It was just reported that a bug filed on Ubuntu Launchpad (dubbed Local authorization bypass by using suspend mode) about a month ago has been confirmed by several users. The bug allows an individual with physical access to a machine to evade the lock screen simply by removing its hard drive.
The bug could allow access to the latest user opened applications which are highly likely to contain sensitive details such as documents, all sorts of private information, passwords.
Apparently, as reported on Ubuntu Launchpad, the bug has been tested on the following:
- Ubuntu 14.04
- Ubuntu 16.04
- Ubuntu 16.10
- Ubuntu 17.04
It has been confirmed that the bug affects all of the above-mentioned versions. It is still not known whether it affects other versions of Ubuntu as well as other distros. However, experts suspect that the bug may compromise other distributions that are based on Ubuntu 16.04, like Linux Mint 18. One user has confirmed that the bug also affects Mate 18.04.
How is an attack based on this bug possible?
As explained in the bug description:
1. open some applications (LibreOffice, browsers, editors, …)
2. go to suspend mode
3. extract hard drive
4. wake up
5. after that can be several behaviors:
* Ubuntu show lock screen. Enter ANY password -> access granted.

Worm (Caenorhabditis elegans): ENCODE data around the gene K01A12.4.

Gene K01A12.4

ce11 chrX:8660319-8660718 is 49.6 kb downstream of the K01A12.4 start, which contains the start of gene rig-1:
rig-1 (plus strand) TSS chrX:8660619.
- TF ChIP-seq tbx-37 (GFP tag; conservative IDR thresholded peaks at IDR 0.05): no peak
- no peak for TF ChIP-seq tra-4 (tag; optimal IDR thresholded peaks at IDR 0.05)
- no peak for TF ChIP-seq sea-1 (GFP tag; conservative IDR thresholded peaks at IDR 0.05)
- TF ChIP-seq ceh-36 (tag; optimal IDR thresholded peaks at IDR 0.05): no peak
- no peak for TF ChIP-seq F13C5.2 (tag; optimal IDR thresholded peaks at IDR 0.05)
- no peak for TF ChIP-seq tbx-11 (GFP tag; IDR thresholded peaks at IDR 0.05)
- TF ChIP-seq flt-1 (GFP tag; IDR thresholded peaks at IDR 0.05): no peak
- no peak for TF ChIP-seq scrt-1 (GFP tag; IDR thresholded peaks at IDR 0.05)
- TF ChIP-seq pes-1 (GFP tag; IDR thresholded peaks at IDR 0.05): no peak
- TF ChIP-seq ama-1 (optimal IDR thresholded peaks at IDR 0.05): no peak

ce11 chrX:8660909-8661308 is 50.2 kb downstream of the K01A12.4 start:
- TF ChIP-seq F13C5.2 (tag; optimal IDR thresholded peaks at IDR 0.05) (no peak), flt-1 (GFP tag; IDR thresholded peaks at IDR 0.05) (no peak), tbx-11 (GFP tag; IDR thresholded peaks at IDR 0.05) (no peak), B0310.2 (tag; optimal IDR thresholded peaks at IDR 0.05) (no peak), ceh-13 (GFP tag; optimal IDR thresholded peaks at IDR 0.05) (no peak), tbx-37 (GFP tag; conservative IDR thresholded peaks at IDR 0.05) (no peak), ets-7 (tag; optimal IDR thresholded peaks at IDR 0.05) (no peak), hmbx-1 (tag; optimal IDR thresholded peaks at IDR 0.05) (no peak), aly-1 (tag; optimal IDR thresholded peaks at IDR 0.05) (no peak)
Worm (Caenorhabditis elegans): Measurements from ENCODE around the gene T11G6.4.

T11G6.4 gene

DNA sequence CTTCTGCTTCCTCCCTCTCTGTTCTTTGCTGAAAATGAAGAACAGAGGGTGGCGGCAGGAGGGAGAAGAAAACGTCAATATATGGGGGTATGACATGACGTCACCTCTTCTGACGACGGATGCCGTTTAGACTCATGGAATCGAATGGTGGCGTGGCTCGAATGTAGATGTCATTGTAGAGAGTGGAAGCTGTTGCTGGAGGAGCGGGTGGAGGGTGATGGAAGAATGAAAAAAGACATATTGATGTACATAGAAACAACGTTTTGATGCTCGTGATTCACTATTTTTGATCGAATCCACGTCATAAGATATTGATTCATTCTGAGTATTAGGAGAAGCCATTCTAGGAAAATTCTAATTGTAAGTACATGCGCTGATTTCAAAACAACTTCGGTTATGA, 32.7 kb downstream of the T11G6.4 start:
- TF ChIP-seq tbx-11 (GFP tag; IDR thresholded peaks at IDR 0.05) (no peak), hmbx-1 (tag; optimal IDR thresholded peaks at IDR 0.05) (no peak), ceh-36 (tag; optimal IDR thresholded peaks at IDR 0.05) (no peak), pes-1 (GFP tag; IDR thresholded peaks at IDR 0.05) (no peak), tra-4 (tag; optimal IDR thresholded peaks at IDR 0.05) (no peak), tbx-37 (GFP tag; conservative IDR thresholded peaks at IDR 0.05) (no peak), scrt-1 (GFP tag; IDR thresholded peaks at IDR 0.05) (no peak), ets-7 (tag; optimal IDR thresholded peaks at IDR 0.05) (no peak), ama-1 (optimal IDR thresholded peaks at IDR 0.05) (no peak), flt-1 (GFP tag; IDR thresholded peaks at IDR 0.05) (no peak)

* Ubuntu show lock screen. Enter ANY password, access denied. Fast press the hardware shutdown button -> access granted.
* Ubuntu does not show lock screen, only black screen. We can repeat actions like in previous paragraphs
Attackers may also try the password and be denied access. In case this happens, they can fast press the hardware shut down button and obtain access nonetheless. Another possible scenario is that no lock screen appears but instead the screen goes black in which case the steps described above can still be put into motion.
Marc Deslauriers, a security engineer at Canonical, believes this bug will most likely never be fixed simply because having physical access means an attacker could access the hard disk directly or replace the password on it and unlock the machine anyway.
However, an Ubuntu user has pointed out that the screensaver software could handle the issue to prevent unauthorized access. “I believe that screensaver should handle exceptions in the underlying libraries in such a way to prevent unauthorized access even if underlying library is faulty,” the user said.
Another user underlined that “the system must not give an access to the system with wrong passwords“, asking Ubuntu developers to “pay attention” and “don’t ignore the issue“.